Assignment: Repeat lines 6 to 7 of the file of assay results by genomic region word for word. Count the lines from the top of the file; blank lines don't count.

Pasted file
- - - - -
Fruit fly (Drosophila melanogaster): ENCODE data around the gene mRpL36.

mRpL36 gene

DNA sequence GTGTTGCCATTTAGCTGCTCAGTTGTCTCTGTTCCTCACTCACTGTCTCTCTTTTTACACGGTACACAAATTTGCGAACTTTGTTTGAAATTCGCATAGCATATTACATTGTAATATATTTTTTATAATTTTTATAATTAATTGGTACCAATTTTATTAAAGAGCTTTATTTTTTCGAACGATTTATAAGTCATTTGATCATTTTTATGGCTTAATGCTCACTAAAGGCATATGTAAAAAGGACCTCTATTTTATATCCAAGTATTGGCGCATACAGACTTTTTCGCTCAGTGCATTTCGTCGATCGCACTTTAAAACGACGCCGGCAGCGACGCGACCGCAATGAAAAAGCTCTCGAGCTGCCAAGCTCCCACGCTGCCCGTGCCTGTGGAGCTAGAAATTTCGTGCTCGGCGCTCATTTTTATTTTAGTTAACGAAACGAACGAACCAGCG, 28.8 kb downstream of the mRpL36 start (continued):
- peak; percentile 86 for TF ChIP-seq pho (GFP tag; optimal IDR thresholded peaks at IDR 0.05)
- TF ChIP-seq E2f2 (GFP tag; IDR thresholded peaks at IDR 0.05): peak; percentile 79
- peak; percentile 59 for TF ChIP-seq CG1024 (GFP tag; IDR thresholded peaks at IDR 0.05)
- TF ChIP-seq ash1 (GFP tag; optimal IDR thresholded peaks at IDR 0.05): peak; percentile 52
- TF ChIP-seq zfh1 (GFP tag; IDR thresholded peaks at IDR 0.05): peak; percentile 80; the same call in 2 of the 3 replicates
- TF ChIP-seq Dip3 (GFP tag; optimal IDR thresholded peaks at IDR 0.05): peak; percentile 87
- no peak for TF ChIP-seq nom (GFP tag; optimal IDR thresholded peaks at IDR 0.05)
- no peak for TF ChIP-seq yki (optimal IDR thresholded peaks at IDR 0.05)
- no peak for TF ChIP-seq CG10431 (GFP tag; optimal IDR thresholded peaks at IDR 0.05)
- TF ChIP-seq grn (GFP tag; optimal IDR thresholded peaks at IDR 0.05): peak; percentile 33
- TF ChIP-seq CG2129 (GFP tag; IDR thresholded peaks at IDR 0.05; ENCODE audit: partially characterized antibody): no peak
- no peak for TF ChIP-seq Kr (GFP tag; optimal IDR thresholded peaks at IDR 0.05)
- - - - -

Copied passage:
- peak; percentile 59 for TF ChIP-seq CG1024 (GFP tag; IDR thresholded peaks at IDR 0.05)
- TF ChIP-seq ash1 (GFP tag; optimal IDR thresholded peaks at IDR 0.05): peak; percentile 52